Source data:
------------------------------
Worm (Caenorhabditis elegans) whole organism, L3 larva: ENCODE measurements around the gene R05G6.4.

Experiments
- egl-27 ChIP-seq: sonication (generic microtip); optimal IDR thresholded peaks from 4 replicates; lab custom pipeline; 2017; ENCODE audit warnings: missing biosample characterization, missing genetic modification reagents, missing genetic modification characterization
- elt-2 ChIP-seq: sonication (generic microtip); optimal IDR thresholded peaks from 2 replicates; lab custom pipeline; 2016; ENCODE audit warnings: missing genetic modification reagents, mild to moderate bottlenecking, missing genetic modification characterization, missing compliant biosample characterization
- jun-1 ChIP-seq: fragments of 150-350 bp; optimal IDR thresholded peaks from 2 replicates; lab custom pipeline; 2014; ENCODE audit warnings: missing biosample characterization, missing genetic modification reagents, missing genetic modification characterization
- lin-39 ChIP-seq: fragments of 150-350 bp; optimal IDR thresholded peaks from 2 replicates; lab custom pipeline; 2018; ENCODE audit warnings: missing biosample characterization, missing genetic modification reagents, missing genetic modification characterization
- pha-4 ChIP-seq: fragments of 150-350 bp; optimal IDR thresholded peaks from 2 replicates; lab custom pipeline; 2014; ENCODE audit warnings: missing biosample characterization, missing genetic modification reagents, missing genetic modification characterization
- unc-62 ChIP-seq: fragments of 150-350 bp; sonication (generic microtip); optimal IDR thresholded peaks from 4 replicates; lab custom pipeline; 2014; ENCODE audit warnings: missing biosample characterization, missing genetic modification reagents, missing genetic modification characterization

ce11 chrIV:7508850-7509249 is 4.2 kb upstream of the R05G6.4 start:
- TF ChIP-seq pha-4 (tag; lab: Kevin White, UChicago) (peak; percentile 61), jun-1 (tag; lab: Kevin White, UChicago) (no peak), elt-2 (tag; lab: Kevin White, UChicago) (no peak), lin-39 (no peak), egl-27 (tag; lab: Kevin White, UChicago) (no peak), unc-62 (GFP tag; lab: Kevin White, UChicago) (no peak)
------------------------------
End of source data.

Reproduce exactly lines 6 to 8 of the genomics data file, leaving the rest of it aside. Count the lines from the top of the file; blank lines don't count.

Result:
- lin-39 ChIP-seq: fragments of 150-350 bp; optimal IDR thresholded peaks from 2 replicates; lab custom pipeline; 2018; ENCODE audit warnings: missing biosample characterization, missing genetic modification reagents, missing genetic modification characterization
- pha-4 ChIP-seq: fragments of 150-350 bp; optimal IDR thresholded peaks from 2 replicates; lab custom pipeline; 2014; ENCODE audit warnings: missing biosample characterization, missing genetic modification reagents, missing genetic modification characterization
- unc-62 ChIP-seq: fragments of 150-350 bp; sonication (generic microtip); optimal IDR thresholded peaks from 4 replicates; lab custom pipeline; 2014; ENCODE audit warnings: missing biosample characterization, missing genetic modification reagents, missing genetic modification characterization